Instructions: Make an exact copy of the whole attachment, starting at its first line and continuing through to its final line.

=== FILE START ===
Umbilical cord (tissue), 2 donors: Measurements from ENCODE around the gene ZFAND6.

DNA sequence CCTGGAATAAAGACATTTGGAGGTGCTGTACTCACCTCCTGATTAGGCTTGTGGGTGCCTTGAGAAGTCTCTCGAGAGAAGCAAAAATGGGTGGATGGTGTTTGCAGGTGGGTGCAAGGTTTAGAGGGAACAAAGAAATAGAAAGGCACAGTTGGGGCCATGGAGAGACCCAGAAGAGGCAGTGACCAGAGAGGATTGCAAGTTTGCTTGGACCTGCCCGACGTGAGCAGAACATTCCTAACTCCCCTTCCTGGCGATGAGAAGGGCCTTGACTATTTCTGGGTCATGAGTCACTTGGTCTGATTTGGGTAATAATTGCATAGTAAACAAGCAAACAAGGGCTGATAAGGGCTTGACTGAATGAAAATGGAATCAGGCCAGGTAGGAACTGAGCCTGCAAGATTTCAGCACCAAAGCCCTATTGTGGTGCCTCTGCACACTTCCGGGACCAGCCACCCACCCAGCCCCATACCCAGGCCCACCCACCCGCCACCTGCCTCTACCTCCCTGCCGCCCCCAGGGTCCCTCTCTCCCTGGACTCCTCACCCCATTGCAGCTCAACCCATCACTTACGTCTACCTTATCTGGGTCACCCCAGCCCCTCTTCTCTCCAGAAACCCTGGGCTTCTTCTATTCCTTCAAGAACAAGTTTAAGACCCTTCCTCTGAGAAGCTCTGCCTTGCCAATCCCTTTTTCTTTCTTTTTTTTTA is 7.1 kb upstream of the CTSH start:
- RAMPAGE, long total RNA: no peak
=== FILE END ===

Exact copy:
Umbilical cord (tissue), 2 donors: Measurements from ENCODE around the gene ZFAND6.

DNA sequence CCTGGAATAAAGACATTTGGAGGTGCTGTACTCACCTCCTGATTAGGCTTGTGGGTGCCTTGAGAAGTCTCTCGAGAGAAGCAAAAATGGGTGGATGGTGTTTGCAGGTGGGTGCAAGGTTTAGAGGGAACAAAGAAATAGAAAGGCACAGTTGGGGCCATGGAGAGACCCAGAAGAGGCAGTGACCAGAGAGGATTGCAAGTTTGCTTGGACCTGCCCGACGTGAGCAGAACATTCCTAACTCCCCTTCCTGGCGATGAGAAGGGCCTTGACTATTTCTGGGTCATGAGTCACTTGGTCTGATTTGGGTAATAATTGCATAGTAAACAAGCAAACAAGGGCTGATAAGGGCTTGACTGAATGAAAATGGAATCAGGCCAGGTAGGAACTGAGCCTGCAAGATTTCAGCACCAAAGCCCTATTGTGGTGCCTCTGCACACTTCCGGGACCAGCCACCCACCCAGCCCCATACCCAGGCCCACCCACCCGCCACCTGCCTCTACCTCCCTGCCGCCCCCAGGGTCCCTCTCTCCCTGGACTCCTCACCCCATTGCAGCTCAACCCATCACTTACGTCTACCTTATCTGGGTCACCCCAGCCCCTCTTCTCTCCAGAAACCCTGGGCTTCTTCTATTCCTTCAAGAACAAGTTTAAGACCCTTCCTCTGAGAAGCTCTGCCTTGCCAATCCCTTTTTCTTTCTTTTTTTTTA is 7.1 kb upstream of the CTSH start:
- RAMPAGE, long total RNA: no peak